The fact that when Superman was killed in the DC Universe “Proper” it was by a completely new villain is an interesting one. There, we got to see Luthor deal with the sudden loss of his enemy. Here, Lex Luthor finally does it. That “I did it!” panel with his arms raised is brutal, but you can almost feel his elation, like the Washington Generals finally beating the Globetrotters. Even in the phantom zone, defeated and doomed for eternity, you just know he’s clinging to the small comfort that he actually beat Superman.

It would have been interesting if the “person who killed Superman” had been someone able to boast about it, rather than crazy beast. Imagine if it had been…I don’t know, the Ultra Humanite. I can see him throwing that in Luthor’s face, Lex all irritated.

Classic, classic story. Although I enjoyed the Doomsday movie, I doubt that the comic could hold a candle to this. This is easily one of the highlights of the Silver Age.

The Kandorians rejected the “Utimate Plea Bargain”. Too bad such things are ruining our justice system and rewarding the ‘alleged’ guilty.

The Doomsday “death of Superman” comic was one of the worst comics of 1992. So no, it doesn’t hold a candle to this comic.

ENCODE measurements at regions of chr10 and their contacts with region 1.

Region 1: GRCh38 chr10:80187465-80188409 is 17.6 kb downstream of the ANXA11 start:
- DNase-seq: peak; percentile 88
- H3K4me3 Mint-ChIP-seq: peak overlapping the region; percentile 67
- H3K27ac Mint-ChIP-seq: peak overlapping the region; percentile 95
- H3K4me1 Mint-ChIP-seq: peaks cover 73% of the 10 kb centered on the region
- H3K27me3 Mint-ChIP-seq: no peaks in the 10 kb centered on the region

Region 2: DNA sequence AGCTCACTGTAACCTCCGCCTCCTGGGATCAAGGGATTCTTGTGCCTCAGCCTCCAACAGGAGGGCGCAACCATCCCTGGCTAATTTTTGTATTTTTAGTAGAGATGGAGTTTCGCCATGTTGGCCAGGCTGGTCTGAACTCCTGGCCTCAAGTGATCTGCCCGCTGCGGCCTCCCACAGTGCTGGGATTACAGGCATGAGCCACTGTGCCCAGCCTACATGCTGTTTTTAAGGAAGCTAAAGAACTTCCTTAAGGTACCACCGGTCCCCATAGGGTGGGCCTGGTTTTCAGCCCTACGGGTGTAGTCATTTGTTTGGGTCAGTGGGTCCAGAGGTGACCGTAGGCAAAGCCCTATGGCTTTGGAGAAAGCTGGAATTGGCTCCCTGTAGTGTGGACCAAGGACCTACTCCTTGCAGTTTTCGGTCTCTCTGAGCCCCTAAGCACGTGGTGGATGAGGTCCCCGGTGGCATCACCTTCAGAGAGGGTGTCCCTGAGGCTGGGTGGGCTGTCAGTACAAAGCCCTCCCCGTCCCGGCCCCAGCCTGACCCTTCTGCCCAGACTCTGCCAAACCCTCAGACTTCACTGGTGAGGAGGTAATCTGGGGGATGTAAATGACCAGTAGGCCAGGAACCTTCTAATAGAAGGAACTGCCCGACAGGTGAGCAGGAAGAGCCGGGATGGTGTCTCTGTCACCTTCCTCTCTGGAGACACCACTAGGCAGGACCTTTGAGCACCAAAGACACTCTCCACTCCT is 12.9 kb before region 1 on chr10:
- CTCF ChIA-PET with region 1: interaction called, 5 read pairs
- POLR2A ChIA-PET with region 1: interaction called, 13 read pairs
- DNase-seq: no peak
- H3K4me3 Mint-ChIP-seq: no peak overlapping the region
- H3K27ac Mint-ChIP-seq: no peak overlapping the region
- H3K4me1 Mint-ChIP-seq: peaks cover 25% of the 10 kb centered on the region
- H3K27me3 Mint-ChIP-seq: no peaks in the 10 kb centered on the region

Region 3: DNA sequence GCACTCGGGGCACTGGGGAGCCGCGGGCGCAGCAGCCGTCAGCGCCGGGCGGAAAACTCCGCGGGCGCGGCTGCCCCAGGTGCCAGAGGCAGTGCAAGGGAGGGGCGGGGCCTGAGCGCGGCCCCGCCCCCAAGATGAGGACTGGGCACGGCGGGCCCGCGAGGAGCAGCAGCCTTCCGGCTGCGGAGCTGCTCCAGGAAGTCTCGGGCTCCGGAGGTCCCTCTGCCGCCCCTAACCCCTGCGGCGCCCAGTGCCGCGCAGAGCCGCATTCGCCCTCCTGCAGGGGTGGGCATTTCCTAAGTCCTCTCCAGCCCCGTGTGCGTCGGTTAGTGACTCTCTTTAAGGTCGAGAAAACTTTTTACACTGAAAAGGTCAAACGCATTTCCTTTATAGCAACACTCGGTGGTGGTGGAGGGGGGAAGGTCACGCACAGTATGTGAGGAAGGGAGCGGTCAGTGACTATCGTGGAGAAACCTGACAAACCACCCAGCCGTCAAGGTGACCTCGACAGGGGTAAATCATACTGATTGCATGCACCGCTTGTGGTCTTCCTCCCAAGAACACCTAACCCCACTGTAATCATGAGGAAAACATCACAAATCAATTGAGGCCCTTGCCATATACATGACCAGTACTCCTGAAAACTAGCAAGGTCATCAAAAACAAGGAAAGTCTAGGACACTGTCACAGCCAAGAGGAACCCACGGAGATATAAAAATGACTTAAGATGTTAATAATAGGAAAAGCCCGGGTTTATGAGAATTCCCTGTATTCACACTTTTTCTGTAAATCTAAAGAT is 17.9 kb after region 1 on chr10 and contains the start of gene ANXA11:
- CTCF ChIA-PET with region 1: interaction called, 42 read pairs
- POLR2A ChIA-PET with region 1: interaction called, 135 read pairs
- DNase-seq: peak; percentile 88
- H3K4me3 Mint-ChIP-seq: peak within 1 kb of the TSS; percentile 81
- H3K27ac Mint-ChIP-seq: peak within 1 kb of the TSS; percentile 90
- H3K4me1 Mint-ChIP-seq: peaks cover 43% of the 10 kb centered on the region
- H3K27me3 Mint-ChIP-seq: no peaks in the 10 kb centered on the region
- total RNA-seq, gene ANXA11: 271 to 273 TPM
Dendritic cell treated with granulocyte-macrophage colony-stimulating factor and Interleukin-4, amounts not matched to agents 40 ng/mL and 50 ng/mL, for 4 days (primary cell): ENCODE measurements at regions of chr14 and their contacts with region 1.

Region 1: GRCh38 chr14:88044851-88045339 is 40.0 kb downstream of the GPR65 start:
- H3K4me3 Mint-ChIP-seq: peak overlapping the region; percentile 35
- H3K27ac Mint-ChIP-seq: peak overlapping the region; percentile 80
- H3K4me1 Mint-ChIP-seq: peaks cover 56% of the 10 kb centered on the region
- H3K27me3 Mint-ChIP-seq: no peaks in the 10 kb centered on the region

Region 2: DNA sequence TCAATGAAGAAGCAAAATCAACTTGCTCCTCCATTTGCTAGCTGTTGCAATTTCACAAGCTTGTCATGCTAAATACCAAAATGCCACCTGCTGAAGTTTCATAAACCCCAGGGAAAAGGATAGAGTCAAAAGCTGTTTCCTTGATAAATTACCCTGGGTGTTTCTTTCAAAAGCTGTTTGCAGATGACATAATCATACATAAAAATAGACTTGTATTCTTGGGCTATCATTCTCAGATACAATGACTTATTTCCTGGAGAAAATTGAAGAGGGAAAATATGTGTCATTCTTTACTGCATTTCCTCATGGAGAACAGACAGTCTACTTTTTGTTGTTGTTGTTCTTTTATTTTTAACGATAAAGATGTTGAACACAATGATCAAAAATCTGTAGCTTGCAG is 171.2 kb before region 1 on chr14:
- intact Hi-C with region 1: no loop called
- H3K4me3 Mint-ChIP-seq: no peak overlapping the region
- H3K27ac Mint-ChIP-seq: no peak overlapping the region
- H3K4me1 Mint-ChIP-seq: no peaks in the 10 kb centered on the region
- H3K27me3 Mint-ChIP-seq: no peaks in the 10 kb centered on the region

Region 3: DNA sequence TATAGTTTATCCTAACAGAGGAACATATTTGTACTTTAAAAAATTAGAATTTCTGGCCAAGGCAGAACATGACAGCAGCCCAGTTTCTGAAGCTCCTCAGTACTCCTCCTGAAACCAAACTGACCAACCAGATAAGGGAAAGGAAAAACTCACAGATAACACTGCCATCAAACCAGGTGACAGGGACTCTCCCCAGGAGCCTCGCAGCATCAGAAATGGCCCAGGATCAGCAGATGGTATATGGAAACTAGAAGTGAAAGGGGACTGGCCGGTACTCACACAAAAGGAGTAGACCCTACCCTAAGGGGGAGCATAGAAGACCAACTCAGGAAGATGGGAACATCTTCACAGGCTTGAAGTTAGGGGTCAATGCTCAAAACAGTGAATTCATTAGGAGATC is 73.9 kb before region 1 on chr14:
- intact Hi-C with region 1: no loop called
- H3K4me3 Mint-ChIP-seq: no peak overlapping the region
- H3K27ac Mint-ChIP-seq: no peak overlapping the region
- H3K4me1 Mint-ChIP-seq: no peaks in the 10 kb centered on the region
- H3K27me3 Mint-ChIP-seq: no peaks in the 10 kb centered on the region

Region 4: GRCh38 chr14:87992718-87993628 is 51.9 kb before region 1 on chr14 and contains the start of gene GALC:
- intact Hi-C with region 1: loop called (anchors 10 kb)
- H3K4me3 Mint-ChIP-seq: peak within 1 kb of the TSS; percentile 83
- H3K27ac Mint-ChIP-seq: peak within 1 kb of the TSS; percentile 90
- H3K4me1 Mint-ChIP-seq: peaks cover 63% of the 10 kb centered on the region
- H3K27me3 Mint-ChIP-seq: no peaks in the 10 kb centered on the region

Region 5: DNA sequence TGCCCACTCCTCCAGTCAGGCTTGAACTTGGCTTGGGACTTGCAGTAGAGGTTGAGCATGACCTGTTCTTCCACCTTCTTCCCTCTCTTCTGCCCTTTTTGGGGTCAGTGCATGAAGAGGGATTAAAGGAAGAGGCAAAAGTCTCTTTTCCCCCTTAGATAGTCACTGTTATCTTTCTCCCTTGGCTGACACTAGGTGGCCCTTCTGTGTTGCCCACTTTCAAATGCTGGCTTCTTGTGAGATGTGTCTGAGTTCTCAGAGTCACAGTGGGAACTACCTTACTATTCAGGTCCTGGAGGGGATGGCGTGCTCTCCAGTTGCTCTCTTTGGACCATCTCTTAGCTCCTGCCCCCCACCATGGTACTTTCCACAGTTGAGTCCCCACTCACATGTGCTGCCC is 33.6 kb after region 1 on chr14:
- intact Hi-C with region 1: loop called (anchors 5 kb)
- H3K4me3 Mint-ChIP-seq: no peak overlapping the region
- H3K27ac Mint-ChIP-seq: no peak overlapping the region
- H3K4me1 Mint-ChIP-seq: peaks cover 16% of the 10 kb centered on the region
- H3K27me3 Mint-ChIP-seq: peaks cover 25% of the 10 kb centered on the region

I was given the “Greatest Superman Stories Ever Told” tpb for Christmas as a kid, and this story really freaked me out. It actually made me read the introduction (which I had of course skipped, being a kid) in hopes it would explain what I’d just read. And it did, I think, explain the “imaginary stories” concept.

“Though I never did understand why a Kandorian judge would make a reference to Adolf Eichmann.”

What I don’t understand is, as long as he was going there, why not just use Hitler? Was the judge showing off?

Great choice and I agree, Lex’s arrogance and the Kandorian sentencing are pitch perfect here.

“Eichmann’s a really obscure Nazi, you probably haven’t heard of him.”